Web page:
Private freight developments in Scotland

The Scottish government is promoting a variation on the Westminster concept of freeport, intended to make sustainable net-zero policy a key element of any development. Among the five bidding consortia, are two sponsored by interests around the Clyde and the Forth rivers, both of whom have rail freight at their disposal. In the west of Scotland, a consortium called Clyde Green Freeport boasts the largest private freight developments in Scotland – Mossend International Railfreight Park, at a convenient location just off the West Coast Main Line.

Container train departs the Highland Spring bottling plant in the Stirlingshire countryside
An intermodal train departs the Highland Spring bottling plant in the Stirlingshire countryside (John Cumming)

In contrast, the Forth Green Freeport bid, led by Forth Ports, who are already active in the Thames Freeport near London, have a compelling bid which encompasses facilities on both banks of the river – including Rosyth in Fife – where it has not escaped attention that Gilruth has her roots. It is also noted that the Forth Green Freeport would embrace Leith Docks in Edinburgh, where an extensive, if moribund, rail network exists, and where the ambitious residential, retail and commercial Edinburgh Waterfront development (Also backed by Forth Ports) is stalled for lack of investment.

Politically enticing regeneration

A number of interests would also like Gilruth to look at expanding the Scottish rail network, with the added benefit of providing enhanced capacity on existing routes for freight, and opening up new markets, with the politically enticing benefit of economic regeneration. Among them is the lobby for an improved Highland Main Line between Perth adn Inverness. The largely single track line, over one hundred miles ling (160 km) is severely constrained by lack of capacity, and suffers the ignominy of seeing the parallel road being expensively upgraded to ‘dual-carriageway’ standard.

Politicians show off transport document on the steps of Holyrood Parliament building
Jenny Gilruth is flanked by parliamentary colleagues at the launch of the latest transport policy document

Campaigning groups would also like Gilruth to look at projects which would dwarf the Levenmouth branch line, which is on the minister’s constituency doorstep. Among them, and building on the enhancements around Aberdeen, a group seeks the reinstatement of rail services into the ports of Peterhead and Fraserburgh – two modest towns with mainly fishing and agricultural heritage. There is also a Green Freeport bid in the area, backed by the Harbour Authority in Aberdeen, where there are ambitions to expand operations, and build new rail freight handling capability.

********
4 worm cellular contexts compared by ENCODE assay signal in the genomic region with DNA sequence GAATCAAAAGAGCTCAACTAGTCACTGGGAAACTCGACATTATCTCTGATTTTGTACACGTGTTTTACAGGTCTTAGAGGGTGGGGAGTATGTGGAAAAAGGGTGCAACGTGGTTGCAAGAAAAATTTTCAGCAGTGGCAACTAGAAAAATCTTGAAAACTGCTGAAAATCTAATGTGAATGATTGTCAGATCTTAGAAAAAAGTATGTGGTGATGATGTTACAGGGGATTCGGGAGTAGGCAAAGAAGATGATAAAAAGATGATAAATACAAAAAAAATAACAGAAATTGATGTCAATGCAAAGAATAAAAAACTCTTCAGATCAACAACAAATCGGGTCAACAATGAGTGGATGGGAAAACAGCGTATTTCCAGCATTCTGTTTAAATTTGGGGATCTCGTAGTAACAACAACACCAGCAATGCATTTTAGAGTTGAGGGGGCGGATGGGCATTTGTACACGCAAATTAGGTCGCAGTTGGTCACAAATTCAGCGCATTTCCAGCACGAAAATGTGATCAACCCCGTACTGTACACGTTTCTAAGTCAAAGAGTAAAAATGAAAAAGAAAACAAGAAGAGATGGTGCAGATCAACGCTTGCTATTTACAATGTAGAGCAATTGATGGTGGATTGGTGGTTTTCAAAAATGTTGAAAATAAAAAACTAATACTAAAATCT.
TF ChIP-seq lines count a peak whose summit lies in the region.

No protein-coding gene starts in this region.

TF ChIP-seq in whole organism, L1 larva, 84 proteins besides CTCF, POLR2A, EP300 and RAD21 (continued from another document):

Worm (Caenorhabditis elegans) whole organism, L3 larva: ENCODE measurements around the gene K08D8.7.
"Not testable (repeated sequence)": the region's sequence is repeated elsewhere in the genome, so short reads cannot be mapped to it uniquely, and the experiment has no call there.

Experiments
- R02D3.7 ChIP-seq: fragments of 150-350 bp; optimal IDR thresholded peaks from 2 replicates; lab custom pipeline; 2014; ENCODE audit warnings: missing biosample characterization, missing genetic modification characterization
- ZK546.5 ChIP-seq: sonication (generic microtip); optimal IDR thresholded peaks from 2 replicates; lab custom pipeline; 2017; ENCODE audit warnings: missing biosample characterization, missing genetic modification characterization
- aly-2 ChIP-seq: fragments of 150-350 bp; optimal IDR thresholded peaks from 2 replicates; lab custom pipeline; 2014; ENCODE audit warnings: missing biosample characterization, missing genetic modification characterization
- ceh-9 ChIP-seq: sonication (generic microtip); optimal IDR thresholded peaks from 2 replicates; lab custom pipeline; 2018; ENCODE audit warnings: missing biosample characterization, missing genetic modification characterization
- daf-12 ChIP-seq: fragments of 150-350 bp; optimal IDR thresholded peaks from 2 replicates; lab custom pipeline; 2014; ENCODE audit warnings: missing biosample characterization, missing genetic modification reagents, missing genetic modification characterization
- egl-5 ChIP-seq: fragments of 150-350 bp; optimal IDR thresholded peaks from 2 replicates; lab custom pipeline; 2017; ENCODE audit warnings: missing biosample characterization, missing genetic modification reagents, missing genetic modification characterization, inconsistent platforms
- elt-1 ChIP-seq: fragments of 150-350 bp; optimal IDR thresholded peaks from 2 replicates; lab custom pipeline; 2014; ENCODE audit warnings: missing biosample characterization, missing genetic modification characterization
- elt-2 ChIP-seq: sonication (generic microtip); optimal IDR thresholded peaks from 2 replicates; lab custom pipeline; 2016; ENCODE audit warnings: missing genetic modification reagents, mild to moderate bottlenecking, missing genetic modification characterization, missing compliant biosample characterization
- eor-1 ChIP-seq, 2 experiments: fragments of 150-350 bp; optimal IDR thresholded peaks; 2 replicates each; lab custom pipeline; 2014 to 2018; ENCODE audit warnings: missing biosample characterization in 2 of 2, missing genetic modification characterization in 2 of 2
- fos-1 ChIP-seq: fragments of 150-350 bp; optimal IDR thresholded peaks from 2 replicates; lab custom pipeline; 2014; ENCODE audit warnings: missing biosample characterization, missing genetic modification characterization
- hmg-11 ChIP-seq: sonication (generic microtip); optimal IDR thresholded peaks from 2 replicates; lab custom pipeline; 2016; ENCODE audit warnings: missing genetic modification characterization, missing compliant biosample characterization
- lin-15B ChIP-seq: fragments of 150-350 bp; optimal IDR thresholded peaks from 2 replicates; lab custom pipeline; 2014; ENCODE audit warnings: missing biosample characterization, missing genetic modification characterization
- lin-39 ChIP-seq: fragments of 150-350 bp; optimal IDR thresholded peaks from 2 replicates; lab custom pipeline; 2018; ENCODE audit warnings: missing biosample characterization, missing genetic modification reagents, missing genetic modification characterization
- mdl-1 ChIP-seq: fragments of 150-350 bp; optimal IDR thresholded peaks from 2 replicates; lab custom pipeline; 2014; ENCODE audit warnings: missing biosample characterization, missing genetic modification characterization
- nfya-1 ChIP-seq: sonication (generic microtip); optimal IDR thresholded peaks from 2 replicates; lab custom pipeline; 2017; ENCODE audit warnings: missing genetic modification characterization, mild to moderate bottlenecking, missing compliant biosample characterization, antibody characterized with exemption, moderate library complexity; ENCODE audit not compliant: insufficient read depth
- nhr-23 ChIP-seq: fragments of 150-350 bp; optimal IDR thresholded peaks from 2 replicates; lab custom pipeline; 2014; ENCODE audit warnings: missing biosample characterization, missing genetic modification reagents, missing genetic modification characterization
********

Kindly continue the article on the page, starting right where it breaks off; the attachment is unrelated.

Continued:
Ambitions to expand

Further south the established Campaign for Borders Rail seeks a full reinstatement of the direct route between Edinburgh, the Scottish Borders and Carlisle. They point to the extensive timber operations in the region, which could be served by rail. They point to the successful trials of timber trains int eh Far North of Scotland. They also note the growth of express logistics and say that existing passenger train paths could be utilised for mixed traffic (passenger trains with space for parcels cargo).

Light logistics just might be the solution for which Gilruth and her parliamentary colleagues have been looking. The recently established Varamis Rail is running services into Mossend, with ambitions to expand into city centres, with zero-emissions ‘last mile’ delivery. Network Rail has also surveyed the possibilities of using out of hours capacity at Glasgow Central and Edinburgh Waverley passenger stations for logistics purposes.

The event, at which Gilruth spoke was organised by the Rail Industry Assocaition Scotland and the High Speed Rail Group, which represents industry with experience of the sector.

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Author: Simon Walton

Simon Walton is RailFreight's UK correspondent.

1 comment op “Scottish rail needs to be decarbonised by 2035, also in remote areas”

bönström bönström|13.12.22|14:40

Neither core clients of railways, nor any client, now afford luxury of not caring about “eta”.
As robustness (resiliency and redundancy) is short at railways, otherwise, the by far safest and most energy effective mode, now these, devastating bottlenecks, of railways have to be attended.
All sub optimal technicalities, decisively have to be outed!
Electrification, yes, but an optimal!
All other devices, those not “cemented”, but resilient, they upgrade for higher loads – and lower costs, etc…

Add your comment